It became one of those miraculous moments one is most proud of, amazed by, you name it. Deb, the little gal who pulled herself around on the floor because she couldn't /wouldn't get up, was clearly enchanted. The owner and I decided to go one step further and put her up to " Just sit" on the horse. She indicated she wanted her feet in the stirips and the reins in hand. We complied, with tremendous caution. I thought it would make a great photo op for her scrap book. Those spastic legs relaxed, her slumped back straightened, and OMG that Grin. This young woman looked like she had been born on a horse !!!! To my knowledge, unless before she was 5 years old and institutionalized, she had never been on a horse.
Long story short, I had to stay behind with a gal who decided on that day she was afraid of all animals, butterflies included.
Deb, however, ponied by one of my very experienced staff, completed the entire two hour ride and wanted more!!! After that ride, she communicated more, went camping with us, and was game for lots of things that had only been a pipe dream .l
I think the whole horse thing got her so much respect, both for herself and from others. Her frustrated tantrums had always been in the way of people understanding that her mobility , behavior, and communication issues did not mean that she had less intelligence.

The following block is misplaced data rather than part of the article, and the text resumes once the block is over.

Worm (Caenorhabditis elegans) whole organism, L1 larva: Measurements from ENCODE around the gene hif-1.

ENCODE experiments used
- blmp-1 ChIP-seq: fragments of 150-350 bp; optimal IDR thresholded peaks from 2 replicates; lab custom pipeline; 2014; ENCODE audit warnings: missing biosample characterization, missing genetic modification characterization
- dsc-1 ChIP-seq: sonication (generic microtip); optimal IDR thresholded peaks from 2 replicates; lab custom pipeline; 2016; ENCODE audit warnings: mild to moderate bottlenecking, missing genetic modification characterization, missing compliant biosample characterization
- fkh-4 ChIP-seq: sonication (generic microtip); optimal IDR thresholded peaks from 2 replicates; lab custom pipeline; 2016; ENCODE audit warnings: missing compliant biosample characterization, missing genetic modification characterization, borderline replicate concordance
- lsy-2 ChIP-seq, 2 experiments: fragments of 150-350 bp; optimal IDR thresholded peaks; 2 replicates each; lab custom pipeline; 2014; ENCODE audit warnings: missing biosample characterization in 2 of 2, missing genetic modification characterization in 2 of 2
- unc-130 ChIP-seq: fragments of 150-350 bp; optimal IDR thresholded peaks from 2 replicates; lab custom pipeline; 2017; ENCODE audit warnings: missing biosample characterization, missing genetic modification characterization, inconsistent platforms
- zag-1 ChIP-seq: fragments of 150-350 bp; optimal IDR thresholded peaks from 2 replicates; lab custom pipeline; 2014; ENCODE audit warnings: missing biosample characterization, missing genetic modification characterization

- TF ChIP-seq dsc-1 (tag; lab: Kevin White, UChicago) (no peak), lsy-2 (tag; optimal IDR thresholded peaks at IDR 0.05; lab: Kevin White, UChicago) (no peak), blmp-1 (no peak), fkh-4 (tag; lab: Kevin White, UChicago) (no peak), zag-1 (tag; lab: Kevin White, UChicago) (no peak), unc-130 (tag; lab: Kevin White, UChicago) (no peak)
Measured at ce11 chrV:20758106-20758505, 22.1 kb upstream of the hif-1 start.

Oh, did I say I think equine therapy is a good thing???
~God is good, but tiz best not to dance in a small boat~
02-21-2009, 09:58 AM
Join Date: Sep 2005
I first found out about therapeutic riding when Shi was just under two years old. She had many difficulties in her young years but horses changed it all. Her first words were go, trot and whoa. She has said many times and I agree that people don't quite fully understand us but animals do. She told me so many times how horses make her feel that during her years of therapeutic riding I wrote A Spirit so Free. She just asked me the other day when she could start riding again.
I found a copy of what I wrote so folks can understand what this special riding does for the rider.
A Spirit So Free
I am me
A spirit so free
I am a child that lives in my own special way,
I learn something new everyday.
I am often misunderstood,
My mind does not work the way others say it should.
My body does not move with ease.
It really hurts when people stare and tease.
I am not always quick,
Sometimes I get kind of sick.
Who can help me,
let me see,
someone does understand me?
Who can feel my tears and
really understand my fears?
I have only one wish that I cannot say,
it is that I wish that all of this would go away.
Whenever I am at my worst,
I can turn to my friend this horse.
We have a link that he shares with me,
He too has a spirit that is so very free.
I can smile, laugh, and cry,
But he never asks why.
He seems to know just how I feel,
what to do to help me heal.
He knows that I may never be quick,
that I may always get kind of sick.
That I may never lose this pain,
For him there is nothing to gain.
He doesn't feel any shame,
and doesn't point any blame.
He is my best friend,
a free spirit till the end.
He brings out my best,
and doesn’t settle for anything less.
He helps me be me.
A spirit so free